He also has Chiari malformation and Hydrocephalus which are both associated with his Spina Bifida. Chiari malformation means that his brain stem does not sit at the base of his skull where it's "supposed" to be. Instead his sits pretty much in the back of his neck. Hydrocephalus is where the brain produces too much spinal fluid also more commonly known as "water on the brain."
As if all of that wasnt enough Hunter was born a "micro" preemie. Born at just 26 weeks 3 days gestation. Weighed in at a whopping 2 pounds 4.7 ounces and 13.5 inches long.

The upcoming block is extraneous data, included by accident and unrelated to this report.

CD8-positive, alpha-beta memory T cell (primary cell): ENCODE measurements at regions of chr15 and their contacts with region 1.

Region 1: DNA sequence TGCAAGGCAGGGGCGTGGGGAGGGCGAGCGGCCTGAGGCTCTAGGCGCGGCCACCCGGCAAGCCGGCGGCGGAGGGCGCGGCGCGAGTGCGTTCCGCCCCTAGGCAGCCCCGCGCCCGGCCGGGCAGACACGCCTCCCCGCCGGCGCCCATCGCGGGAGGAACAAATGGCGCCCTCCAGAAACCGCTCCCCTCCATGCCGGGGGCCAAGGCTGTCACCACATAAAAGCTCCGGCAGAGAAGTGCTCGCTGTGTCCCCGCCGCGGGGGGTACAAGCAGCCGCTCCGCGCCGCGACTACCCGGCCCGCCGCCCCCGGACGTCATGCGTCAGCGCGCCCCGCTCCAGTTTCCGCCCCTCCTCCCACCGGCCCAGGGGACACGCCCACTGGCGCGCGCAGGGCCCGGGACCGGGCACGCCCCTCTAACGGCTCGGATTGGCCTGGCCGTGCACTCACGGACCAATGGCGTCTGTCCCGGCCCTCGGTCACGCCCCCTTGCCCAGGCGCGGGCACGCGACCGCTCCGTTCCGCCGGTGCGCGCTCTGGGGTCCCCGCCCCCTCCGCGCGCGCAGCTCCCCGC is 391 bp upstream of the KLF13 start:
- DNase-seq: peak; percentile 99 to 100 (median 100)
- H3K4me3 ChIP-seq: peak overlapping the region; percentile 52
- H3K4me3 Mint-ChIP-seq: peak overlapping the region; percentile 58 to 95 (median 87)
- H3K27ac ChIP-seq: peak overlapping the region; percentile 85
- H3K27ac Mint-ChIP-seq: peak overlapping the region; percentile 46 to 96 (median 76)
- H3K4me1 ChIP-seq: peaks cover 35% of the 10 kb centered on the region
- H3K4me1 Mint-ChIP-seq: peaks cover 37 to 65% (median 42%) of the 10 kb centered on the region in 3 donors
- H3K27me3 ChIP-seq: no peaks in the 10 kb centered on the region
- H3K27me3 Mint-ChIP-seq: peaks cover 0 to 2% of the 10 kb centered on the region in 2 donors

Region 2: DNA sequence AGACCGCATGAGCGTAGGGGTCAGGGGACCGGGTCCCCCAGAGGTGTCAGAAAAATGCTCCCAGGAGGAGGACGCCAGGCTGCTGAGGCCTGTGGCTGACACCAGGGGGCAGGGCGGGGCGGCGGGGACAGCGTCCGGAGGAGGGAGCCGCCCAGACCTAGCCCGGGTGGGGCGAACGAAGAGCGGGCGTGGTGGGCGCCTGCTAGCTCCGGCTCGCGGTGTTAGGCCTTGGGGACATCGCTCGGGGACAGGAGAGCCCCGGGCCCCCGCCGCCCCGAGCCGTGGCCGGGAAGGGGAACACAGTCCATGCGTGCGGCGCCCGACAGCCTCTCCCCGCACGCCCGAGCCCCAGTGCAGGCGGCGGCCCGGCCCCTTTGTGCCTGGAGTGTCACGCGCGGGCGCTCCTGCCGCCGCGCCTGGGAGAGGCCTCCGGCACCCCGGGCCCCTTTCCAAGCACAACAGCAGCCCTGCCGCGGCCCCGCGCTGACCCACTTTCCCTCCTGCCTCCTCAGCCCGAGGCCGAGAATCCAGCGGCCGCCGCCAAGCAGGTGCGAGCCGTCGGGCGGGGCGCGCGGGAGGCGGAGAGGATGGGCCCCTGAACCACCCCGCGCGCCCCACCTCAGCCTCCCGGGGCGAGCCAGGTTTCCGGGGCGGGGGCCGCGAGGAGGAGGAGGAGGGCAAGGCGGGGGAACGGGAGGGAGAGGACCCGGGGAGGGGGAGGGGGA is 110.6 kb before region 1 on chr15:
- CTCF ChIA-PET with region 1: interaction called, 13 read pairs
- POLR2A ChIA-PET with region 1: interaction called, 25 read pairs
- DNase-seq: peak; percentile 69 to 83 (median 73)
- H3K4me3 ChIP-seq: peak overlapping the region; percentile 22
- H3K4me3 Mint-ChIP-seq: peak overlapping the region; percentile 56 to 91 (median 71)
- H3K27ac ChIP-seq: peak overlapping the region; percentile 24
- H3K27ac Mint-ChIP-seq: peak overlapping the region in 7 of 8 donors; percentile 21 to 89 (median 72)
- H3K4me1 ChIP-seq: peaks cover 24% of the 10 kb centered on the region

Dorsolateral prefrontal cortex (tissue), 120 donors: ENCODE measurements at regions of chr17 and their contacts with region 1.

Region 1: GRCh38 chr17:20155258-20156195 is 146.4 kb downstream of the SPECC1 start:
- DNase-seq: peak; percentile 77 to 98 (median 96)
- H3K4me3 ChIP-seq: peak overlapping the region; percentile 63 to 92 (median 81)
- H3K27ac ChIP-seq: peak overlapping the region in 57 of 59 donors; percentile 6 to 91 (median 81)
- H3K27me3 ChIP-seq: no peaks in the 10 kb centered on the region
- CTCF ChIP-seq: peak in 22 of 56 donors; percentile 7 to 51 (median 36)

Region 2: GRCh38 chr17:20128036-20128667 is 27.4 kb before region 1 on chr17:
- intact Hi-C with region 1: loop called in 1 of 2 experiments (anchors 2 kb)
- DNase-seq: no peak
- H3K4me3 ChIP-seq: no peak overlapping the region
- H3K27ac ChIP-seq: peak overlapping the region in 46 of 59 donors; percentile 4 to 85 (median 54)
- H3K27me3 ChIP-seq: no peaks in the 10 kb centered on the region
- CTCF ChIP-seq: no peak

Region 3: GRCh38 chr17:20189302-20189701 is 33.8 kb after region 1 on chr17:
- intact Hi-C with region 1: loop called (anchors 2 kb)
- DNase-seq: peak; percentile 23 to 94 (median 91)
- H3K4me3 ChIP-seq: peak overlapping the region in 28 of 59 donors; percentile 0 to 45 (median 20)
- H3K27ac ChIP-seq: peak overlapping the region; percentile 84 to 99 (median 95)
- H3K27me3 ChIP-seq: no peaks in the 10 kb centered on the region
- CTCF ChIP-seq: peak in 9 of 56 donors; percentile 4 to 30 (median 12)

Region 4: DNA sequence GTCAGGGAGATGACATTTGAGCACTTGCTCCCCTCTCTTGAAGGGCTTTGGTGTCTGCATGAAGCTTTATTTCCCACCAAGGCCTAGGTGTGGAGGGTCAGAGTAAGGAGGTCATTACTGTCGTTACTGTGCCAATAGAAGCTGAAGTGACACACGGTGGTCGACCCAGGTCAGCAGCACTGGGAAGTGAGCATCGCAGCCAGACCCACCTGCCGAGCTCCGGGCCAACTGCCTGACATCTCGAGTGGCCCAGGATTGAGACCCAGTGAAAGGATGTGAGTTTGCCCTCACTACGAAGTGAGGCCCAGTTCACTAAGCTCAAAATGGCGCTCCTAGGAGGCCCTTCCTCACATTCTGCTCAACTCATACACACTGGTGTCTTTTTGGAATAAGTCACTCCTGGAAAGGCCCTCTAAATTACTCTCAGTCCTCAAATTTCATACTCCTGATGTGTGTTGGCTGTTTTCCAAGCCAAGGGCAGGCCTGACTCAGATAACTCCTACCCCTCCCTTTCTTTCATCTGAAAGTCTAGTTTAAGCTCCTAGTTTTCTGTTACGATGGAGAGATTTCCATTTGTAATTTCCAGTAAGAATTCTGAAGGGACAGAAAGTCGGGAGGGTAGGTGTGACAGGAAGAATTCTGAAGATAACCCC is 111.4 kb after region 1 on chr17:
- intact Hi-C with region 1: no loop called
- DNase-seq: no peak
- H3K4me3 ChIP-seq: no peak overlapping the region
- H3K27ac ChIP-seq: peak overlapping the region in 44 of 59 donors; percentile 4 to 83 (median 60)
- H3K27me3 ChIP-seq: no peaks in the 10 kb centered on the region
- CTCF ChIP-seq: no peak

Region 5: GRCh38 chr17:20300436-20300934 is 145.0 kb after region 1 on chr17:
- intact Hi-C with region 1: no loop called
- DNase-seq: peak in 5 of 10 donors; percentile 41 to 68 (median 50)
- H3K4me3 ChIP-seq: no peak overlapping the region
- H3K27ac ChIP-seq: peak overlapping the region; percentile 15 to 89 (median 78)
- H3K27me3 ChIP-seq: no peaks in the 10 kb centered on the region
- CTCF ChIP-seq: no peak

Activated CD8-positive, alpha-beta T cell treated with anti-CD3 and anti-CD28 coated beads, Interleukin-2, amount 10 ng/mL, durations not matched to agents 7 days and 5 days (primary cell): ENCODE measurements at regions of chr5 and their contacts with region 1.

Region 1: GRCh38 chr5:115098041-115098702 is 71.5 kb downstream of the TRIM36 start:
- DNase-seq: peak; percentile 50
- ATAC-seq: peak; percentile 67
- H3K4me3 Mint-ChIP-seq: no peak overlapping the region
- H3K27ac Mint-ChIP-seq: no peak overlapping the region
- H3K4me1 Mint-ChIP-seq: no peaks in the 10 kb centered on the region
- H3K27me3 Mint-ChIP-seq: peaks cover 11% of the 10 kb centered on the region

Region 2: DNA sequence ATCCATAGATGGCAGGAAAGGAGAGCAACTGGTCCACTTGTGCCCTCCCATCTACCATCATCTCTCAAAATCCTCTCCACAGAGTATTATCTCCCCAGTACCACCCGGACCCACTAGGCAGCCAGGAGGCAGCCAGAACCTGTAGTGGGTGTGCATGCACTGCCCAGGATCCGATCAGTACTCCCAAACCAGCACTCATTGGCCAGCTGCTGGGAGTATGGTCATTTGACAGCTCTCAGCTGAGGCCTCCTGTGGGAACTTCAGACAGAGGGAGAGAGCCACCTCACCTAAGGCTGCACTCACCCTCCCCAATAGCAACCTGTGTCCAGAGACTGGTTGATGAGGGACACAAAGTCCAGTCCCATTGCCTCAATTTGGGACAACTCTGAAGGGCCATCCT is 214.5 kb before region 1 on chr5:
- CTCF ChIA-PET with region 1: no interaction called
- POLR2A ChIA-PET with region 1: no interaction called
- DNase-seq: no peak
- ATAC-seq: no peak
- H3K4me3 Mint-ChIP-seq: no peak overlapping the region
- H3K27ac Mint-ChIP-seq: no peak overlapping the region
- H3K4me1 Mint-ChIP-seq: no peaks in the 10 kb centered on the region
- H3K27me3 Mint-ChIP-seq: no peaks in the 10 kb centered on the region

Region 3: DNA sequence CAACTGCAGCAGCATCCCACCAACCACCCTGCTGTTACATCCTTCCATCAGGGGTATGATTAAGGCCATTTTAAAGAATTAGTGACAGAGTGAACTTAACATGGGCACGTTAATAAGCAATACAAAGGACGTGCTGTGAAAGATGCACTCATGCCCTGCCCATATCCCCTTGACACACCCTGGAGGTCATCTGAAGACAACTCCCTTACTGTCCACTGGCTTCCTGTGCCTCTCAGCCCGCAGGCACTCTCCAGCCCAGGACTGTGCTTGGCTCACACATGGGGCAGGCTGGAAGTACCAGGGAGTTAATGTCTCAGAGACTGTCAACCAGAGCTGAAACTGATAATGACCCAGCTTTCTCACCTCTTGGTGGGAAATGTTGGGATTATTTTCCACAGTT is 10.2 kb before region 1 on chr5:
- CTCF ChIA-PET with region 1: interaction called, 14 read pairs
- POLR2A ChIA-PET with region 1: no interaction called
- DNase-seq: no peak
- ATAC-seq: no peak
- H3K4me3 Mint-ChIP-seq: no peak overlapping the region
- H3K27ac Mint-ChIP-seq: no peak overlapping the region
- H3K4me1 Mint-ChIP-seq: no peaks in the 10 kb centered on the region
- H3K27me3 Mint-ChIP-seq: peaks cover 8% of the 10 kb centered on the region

At 3 days old Hunter underwent surgery for his Myelomeningocele repair (surgery to repair the opening in his spinal cord).
At 3 months old (just before he was released from the NICU) he underwent yet another surgery to help slow the production of fluid on his brain
Finally on March 27th, 2012 ,after an agonizing 72 days in the NICU, Hunter finally came home <3
February 2nd, 2015